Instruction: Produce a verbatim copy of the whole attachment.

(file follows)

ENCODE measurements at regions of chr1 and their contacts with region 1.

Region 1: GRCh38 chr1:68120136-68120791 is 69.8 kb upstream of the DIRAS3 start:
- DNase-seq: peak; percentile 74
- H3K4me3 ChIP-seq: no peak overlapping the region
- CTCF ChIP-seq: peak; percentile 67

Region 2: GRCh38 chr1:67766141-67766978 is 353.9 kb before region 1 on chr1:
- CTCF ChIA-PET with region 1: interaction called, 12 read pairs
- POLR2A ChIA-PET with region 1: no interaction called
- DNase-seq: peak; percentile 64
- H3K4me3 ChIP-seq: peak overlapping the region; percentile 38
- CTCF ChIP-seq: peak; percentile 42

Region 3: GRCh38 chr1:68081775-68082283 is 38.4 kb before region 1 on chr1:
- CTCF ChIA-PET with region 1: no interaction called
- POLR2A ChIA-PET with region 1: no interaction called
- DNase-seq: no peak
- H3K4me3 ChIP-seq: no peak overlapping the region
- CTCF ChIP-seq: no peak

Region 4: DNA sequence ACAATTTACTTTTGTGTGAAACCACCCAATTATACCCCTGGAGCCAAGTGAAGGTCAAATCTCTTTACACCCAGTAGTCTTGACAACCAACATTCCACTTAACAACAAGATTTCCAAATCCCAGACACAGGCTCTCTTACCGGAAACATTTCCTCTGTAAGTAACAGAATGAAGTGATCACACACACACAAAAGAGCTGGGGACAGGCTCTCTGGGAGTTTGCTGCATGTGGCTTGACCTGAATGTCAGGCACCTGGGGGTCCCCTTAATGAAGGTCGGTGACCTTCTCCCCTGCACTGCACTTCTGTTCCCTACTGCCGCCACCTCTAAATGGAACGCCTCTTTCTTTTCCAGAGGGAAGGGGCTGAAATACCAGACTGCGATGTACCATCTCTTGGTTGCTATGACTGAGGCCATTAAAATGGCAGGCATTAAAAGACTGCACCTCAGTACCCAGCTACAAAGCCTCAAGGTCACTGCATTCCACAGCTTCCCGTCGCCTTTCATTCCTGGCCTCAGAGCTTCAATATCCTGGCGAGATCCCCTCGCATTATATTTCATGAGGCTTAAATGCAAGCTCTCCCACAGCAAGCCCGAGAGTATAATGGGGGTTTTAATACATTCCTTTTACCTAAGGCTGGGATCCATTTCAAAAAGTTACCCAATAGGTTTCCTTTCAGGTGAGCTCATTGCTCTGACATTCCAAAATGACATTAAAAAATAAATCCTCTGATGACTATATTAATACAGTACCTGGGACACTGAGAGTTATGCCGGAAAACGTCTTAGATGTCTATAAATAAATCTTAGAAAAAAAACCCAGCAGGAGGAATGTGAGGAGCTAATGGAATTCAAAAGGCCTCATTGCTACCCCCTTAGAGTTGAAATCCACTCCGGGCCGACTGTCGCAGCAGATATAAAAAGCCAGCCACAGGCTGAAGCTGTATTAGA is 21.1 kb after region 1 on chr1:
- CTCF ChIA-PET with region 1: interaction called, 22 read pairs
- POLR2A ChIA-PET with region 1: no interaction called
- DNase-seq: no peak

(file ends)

ENCODE measurements at regions of chr1 and their contacts with region 1.

Region 1: GRCh38 chr1:68120136-68120791 is 69.8 kb upstream of the DIRAS3 start:
- DNase-seq: peak; percentile 74
- H3K4me3 ChIP-seq: no peak overlapping the region
- CTCF ChIP-seq: peak; percentile 67

Region 2: GRCh38 chr1:67766141-67766978 is 353.9 kb before region 1 on chr1:
- CTCF ChIA-PET with region 1: interaction called, 12 read pairs
- POLR2A ChIA-PET with region 1: no interaction called
- DNase-seq: peak; percentile 64
- H3K4me3 ChIP-seq: peak overlapping the region; percentile 38
- CTCF ChIP-seq: peak; percentile 42

Region 3: GRCh38 chr1:68081775-68082283 is 38.4 kb before region 1 on chr1:
- CTCF ChIA-PET with region 1: no interaction called
- POLR2A ChIA-PET with region 1: no interaction called
- DNase-seq: no peak
- H3K4me3 ChIP-seq: no peak overlapping the region
- CTCF ChIP-seq: no peak

Region 4: DNA sequence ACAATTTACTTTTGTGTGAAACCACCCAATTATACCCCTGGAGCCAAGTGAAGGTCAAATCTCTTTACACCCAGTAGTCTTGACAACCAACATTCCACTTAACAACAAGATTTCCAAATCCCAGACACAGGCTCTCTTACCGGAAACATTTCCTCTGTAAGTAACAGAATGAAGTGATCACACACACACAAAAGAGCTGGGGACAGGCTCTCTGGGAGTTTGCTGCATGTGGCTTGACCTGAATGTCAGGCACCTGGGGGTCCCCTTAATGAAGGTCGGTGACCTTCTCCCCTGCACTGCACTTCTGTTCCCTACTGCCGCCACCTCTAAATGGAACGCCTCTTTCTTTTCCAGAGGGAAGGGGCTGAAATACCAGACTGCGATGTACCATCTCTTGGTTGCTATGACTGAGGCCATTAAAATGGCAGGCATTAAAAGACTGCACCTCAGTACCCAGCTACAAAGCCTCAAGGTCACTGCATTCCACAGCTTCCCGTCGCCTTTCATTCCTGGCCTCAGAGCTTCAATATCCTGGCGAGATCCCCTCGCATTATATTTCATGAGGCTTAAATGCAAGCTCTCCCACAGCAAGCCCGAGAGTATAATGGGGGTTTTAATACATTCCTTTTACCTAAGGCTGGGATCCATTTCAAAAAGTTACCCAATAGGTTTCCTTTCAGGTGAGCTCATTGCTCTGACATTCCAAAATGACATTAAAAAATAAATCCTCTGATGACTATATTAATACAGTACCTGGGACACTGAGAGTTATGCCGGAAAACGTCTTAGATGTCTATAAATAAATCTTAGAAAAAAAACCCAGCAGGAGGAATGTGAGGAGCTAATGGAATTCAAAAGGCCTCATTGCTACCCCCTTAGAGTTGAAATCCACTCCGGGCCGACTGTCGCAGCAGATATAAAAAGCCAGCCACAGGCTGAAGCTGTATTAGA is 21.1 kb after region 1 on chr1:
- CTCF ChIA-PET with region 1: interaction called, 22 read pairs
- POLR2A ChIA-PET with region 1: no interaction called
- DNase-seq: no peak